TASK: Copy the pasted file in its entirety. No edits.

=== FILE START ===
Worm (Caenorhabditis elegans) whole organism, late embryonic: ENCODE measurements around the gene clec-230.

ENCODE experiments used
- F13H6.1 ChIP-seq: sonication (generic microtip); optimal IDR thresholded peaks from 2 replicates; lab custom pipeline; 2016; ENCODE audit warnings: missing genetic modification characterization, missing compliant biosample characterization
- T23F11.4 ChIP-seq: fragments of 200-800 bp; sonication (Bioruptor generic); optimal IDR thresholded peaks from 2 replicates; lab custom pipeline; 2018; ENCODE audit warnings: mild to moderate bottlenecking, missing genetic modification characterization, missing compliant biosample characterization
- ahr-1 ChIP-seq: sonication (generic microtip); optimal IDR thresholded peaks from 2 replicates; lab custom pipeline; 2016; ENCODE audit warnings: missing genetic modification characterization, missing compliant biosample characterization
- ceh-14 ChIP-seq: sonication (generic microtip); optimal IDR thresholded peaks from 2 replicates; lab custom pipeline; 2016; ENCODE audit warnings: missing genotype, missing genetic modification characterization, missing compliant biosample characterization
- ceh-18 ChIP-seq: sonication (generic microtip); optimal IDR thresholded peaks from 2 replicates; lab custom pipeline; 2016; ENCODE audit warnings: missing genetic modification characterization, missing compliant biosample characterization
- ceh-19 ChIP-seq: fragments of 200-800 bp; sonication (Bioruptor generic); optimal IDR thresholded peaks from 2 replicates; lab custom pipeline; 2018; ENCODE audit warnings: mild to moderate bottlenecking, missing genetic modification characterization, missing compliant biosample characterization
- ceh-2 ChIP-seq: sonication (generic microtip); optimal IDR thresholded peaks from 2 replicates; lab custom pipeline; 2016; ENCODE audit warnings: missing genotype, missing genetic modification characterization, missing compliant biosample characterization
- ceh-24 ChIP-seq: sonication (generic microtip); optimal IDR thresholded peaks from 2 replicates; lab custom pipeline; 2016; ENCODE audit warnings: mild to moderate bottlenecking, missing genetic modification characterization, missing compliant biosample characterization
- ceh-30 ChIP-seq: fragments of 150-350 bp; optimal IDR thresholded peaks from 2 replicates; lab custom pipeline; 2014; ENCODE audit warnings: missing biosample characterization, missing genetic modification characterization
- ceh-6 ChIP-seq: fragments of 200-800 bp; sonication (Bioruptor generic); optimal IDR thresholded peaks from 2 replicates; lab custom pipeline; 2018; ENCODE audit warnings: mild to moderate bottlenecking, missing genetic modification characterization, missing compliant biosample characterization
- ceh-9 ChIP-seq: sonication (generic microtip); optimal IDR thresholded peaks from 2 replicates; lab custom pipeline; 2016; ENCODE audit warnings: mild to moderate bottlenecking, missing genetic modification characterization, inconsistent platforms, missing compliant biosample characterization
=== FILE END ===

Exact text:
Worm (Caenorhabditis elegans) whole organism, late embryonic: ENCODE measurements around the gene clec-230.

ENCODE experiments used
- F13H6.1 ChIP-seq: sonication (generic microtip); optimal IDR thresholded peaks from 2 replicates; lab custom pipeline; 2016; ENCODE audit warnings: missing genetic modification characterization, missing compliant biosample characterization
- T23F11.4 ChIP-seq: fragments of 200-800 bp; sonication (Bioruptor generic); optimal IDR thresholded peaks from 2 replicates; lab custom pipeline; 2018; ENCODE audit warnings: mild to moderate bottlenecking, missing genetic modification characterization, missing compliant biosample characterization
- ahr-1 ChIP-seq: sonication (generic microtip); optimal IDR thresholded peaks from 2 replicates; lab custom pipeline; 2016; ENCODE audit warnings: missing genetic modification characterization, missing compliant biosample characterization
- ceh-14 ChIP-seq: sonication (generic microtip); optimal IDR thresholded peaks from 2 replicates; lab custom pipeline; 2016; ENCODE audit warnings: missing genotype, missing genetic modification characterization, missing compliant biosample characterization
- ceh-18 ChIP-seq: sonication (generic microtip); optimal IDR thresholded peaks from 2 replicates; lab custom pipeline; 2016; ENCODE audit warnings: missing genetic modification characterization, missing compliant biosample characterization
- ceh-19 ChIP-seq: fragments of 200-800 bp; sonication (Bioruptor generic); optimal IDR thresholded peaks from 2 replicates; lab custom pipeline; 2018; ENCODE audit warnings: mild to moderate bottlenecking, missing genetic modification characterization, missing compliant biosample characterization
- ceh-2 ChIP-seq: sonication (generic microtip); optimal IDR thresholded peaks from 2 replicates; lab custom pipeline; 2016; ENCODE audit warnings: missing genotype, missing genetic modification characterization, missing compliant biosample characterization
- ceh-24 ChIP-seq: sonication (generic microtip); optimal IDR thresholded peaks from 2 replicates; lab custom pipeline; 2016; ENCODE audit warnings: mild to moderate bottlenecking, missing genetic modification characterization, missing compliant biosample characterization
- ceh-30 ChIP-seq: fragments of 150-350 bp; optimal IDR thresholded peaks from 2 replicates; lab custom pipeline; 2014; ENCODE audit warnings: missing biosample characterization, missing genetic modification characterization
- ceh-6 ChIP-seq: fragments of 200-800 bp; sonication (Bioruptor generic); optimal IDR thresholded peaks from 2 replicates; lab custom pipeline; 2018; ENCODE audit warnings: mild to moderate bottlenecking, missing genetic modification characterization, missing compliant biosample characterization
- ceh-9 ChIP-seq: sonication (generic microtip); optimal IDR thresholded peaks from 2 replicates; lab custom pipeline; 2016; ENCODE audit warnings: mild to moderate bottlenecking, missing genetic modification characterization, inconsistent platforms, missing compliant biosample characterization